Definition of Insurance Fraud
In North Carolina, insurance fraud is a big business with millions of dollars lost each year to fraudsters. Fraud can occur in numerous different ways from health insurance, to property and casualty insurance, to life and disability insurance. North Carolina is particularly susceptible to property-related insurance fraud due to hurricanes, floods, and other natural disasters.
This crime happens when a person receives insurance money for filing a false claim, inflating a legitimate claim or billing for services that were never received.
An insurance company itself might commit insurance fraud by selling bad insurance policies, failing to pay valid claims, or claims adjusting.
Common types of insurance fraud in North Carolina include:
Who Enforces Insurance Fraud Laws?
State and local prosecutors handle insurance fraud cases under the state's penal laws. North Carolina and federal laws also permit law enforcement to pursue cases federally. In those instances, the crime of "insurance fraud" is usually pursued as "mail fraud," "criminal racketeering" or other federal offenses.
The following table highlights the main provisions of North Carolina's insurance fraud laws.
North Carolina General Statutes § 58-1-1 et seq
|What is Prohibited||Knowingly lying about, or concealing an important fact in connection with a insurance claim or payment made under an insurance policy. Applies to issuing fake insurance policies and rate-fixing. Also includes conspiring to do any of the above.|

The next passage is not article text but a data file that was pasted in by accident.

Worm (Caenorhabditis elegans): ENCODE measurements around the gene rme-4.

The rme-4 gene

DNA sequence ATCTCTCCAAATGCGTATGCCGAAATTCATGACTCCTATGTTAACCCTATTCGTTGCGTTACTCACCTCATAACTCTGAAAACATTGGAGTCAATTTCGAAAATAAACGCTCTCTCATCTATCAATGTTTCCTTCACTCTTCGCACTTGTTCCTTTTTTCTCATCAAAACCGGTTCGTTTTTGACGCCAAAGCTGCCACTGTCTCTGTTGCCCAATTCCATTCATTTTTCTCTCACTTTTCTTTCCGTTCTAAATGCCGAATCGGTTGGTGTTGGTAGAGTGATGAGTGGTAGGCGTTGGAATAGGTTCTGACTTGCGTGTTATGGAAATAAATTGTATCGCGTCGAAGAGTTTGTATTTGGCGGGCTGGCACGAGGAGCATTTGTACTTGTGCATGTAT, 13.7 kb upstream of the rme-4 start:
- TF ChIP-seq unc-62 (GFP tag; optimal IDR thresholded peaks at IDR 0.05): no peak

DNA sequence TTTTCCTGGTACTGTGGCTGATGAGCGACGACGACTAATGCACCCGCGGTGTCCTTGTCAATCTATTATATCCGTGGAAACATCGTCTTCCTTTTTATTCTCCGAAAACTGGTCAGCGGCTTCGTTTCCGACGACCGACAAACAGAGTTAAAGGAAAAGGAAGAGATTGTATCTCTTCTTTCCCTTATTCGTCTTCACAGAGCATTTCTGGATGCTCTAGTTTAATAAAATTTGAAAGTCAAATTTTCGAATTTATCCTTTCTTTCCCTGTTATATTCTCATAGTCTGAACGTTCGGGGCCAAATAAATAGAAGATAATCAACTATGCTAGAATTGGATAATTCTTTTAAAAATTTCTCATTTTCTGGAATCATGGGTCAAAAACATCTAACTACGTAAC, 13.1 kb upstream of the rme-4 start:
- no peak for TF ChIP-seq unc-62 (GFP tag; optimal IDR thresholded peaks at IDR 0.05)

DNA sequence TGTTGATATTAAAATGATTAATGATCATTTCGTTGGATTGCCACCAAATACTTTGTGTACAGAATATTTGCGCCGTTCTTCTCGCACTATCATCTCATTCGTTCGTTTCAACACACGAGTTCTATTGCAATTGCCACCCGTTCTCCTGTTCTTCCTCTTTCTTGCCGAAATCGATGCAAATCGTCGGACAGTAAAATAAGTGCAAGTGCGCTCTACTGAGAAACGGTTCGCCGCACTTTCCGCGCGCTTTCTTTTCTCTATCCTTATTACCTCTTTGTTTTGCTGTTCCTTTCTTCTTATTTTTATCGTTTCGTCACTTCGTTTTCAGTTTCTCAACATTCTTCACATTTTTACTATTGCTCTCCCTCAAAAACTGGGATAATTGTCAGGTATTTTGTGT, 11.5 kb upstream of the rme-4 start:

Felony: prison time, fines, and possible restitution to the victim(s).
Possible civil penalties including fines, revocation of business license, etc.
|Who Can Be Prosecuted||Consumers, providers (such a doctor and auto repair shop), and insurance companies, adjusters and others|
|Types of Insurance Fraud||Automobile repair and accidents, medical/healthcare, life, workers' compensation, fire, property (repairs and property claims adjustments)|
The North Carolina False Claims Act (PDF) imposes liability on persons who knowingly present false or fraudulent claims for payment to the state, misappropriate state property, or deceptively avoid binding obligations to pay the state, among other violations.
A defendant can be ordered to pay up to three times the actual harm to the state, plus a fine equal to between $5,500 and $11,000 for each violation of the Act.
Incentive: A private person who files a successful claim may receive between 15 and 25 percent of any recovery if the North Carolina Attorney General intervenes in the matter.
If the whistleblower successfully prosecutes the case on his own, he may receive between 25 and 30 percent of the amount recovered.
The court may reduce the amount of the award if the plaintiff planned or initiated the fraud, or if the action is largely based on information disclosed in the media or public hearings.
The Act also protects whistleblowers from retaliation by their employers for filing a claim or assisting the state with its own claim.
If you feel you have been victimized by insurance fraud, here is some contact information that can help you:
Because insurance fraud laws can sometimes get complicated, it may also be a good idea to consult an experienced North Carolina criminal attorney if you have questions about your specific situation.
Contact a qualified attorney.